Short circuit or cigarettes probably caused Notre Dame blaze
The French police who visited the iconic Notre Dame Cathedral said that either a short-circuit possibly caused by electrified bells, or cigarette butts left by workers carrying out renovation works is the reason for the blaze.
Paris: The French police who visited the iconic Notre Dame Cathedral on Thursday, for the first time since the deadly fire that caused its famous spire to collapse, said that either a short-circuit possibly caused by electrified bells, or cigarette butts left by workers carrying out renovation works is the reason for the blaze.
Investigators were not allowed to go into the cathedral before Thursday amid safety concerns regarding the stability of the damaged structure, whose stone was weakened in the intense heat, a police official told The New York Times.
The official said that so far nothing was being ruled out and that the investigation could last several weeks.
It was being complicated by the intensity of the blaze, as well as by the tons of water used by firefighters to put it out, both of which destroyed evidence, the official added.
However, after interrogating dozens of individuals, including workers, company officials, cathedral staff, architects and others in the local government, the police has focused on a number of electrical installations near the spire, such as a series of six midsize bells.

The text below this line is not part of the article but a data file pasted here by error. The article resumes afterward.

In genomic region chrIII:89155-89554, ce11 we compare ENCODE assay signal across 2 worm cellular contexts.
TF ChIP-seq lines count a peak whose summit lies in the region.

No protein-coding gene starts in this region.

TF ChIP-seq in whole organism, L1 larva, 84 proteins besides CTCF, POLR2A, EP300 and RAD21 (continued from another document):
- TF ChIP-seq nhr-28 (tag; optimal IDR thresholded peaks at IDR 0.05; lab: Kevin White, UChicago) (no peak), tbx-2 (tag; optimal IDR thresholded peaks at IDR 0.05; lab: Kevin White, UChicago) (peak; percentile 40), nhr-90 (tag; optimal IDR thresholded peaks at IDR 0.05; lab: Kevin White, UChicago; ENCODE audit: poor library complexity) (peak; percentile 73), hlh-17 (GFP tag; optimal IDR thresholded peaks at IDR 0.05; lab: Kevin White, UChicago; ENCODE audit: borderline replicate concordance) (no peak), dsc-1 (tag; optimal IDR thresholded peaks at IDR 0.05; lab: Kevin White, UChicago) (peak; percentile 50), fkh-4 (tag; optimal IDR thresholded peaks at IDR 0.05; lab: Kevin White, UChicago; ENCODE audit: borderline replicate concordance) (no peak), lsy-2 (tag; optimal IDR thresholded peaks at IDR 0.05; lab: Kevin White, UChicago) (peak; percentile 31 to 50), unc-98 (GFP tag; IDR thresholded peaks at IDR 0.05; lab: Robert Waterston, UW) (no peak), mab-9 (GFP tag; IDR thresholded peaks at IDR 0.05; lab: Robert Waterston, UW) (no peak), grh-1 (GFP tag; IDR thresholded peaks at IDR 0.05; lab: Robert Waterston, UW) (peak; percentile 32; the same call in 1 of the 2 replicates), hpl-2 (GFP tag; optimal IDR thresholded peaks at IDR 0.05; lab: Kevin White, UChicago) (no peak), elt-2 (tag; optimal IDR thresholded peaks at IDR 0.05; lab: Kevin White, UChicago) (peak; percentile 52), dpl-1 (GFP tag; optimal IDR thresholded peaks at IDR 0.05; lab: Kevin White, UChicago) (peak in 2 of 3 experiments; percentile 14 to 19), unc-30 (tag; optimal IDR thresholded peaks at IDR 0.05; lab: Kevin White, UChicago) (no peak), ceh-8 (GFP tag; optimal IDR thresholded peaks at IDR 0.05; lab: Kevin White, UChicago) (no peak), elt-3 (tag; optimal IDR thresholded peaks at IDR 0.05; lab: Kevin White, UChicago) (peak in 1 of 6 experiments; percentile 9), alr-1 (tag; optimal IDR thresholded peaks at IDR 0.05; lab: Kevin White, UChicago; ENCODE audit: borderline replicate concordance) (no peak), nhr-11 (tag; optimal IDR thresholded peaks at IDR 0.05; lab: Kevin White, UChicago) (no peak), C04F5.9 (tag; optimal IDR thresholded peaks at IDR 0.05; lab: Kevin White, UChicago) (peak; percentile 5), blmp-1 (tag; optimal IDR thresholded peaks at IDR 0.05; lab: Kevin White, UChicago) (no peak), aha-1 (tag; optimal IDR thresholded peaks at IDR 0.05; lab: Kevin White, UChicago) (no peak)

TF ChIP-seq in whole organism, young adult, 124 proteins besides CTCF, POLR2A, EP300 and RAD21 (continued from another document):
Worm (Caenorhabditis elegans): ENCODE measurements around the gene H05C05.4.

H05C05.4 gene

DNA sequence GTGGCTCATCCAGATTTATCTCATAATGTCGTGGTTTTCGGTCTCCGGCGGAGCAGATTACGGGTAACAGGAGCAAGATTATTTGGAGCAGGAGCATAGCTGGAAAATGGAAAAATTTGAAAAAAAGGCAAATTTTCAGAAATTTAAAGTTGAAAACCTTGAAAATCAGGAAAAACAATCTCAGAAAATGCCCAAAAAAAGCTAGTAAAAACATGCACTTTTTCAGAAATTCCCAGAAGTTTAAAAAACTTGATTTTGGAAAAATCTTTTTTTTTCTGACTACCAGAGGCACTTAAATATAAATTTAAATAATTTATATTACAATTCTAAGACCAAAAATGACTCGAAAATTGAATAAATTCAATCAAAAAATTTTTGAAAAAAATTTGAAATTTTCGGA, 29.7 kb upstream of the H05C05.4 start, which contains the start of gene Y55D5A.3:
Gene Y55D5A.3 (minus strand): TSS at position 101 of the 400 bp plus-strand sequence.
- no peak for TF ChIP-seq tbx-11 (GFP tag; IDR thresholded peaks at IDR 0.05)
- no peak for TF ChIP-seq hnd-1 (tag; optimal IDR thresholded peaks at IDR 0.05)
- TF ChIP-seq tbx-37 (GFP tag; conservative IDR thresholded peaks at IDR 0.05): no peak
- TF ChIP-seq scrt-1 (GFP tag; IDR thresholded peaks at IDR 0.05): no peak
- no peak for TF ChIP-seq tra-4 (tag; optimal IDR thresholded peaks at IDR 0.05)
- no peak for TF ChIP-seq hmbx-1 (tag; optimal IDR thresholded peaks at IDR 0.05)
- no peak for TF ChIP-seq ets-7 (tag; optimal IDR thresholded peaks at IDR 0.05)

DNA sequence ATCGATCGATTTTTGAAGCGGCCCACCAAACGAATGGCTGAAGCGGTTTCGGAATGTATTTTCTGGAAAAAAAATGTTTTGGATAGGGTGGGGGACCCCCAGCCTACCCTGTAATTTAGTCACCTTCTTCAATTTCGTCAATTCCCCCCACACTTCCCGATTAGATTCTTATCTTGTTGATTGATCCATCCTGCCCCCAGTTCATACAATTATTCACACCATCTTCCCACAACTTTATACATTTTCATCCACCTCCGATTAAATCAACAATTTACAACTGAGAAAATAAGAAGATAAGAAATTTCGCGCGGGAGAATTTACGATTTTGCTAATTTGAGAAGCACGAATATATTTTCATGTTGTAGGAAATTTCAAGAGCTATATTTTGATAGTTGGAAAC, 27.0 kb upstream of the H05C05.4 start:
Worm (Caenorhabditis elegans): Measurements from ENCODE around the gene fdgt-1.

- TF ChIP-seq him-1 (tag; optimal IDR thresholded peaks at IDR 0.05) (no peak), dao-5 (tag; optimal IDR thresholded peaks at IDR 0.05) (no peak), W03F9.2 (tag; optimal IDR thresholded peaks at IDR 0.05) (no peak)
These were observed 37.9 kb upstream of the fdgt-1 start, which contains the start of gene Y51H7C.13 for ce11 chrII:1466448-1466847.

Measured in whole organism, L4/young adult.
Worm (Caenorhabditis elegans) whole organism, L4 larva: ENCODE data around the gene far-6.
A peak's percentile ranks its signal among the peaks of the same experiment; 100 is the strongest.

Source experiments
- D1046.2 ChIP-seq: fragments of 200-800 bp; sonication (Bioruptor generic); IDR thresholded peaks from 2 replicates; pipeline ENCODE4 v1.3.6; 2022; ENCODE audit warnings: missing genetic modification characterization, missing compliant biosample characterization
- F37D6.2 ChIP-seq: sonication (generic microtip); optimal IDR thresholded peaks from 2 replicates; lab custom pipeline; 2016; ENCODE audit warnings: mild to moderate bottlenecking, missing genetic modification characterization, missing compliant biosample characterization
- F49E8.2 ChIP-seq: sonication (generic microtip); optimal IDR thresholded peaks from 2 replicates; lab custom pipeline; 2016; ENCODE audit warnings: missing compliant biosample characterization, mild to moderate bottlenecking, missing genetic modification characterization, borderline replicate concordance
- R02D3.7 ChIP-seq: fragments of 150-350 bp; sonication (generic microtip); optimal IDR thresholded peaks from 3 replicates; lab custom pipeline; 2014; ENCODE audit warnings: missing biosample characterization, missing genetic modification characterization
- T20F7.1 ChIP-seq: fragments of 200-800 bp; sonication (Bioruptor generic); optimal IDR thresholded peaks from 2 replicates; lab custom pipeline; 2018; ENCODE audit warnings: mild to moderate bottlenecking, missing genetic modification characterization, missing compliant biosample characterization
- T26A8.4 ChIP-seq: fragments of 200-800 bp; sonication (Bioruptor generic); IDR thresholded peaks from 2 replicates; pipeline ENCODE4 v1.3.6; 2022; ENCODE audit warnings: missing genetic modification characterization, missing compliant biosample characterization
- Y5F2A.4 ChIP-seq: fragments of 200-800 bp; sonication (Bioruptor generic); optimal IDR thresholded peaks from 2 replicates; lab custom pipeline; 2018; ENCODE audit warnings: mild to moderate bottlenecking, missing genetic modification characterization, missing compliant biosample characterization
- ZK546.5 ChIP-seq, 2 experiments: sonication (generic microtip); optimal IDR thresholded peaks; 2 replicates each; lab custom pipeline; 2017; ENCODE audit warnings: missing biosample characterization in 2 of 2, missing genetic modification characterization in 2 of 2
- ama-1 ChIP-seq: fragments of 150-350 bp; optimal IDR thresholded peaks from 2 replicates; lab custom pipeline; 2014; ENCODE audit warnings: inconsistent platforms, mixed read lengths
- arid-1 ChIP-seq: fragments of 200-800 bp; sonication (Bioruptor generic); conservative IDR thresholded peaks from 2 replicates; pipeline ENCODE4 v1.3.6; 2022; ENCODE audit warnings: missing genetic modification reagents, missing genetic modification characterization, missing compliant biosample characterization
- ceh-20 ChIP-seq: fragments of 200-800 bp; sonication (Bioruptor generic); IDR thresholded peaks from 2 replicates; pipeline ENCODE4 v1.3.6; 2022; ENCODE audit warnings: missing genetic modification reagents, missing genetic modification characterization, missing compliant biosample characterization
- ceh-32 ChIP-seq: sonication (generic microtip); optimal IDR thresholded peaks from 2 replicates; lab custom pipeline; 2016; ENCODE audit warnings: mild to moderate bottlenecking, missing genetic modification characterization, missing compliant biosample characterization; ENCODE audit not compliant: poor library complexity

Furthermore, the discovery of cigarette butts on the scaffolding added to the possible explanation for the blaze, despite being forbidden under company rules.
Authorities also told the American newspaper that the architect in charge of Notre-Dame until 2013, Benjamin Mouton, had warned in 2010 against installing lights amid the beams because of the area's "combustion potential" and the "fire risk".
"That the fire started in the bells -- that is pertinent and plausible," Regis Singer, a bells specialist at the Ministry of Culture, was quoted as saying.
On the night of April 15, the bells in the spire had not yet rung by the time of the first fire alarm, at 6:21 p.m., but five minutes later. The bells had sounded at 6:04 p.m. to announce the regular Mass at 6:15 p.m, authorities said.
Nearly two-thirds of the roof of the 850-year-old French gothic architecture was severely damaged by the devastating fire last week.
Corporate and individual donations, including some major companies such as LVMH Group, Kering, L'Oreal, and Walt Disney, for Notre Dame, have continued to pour in after a call from French President Emmanuel Macron for a fundraising campaign. (ANI)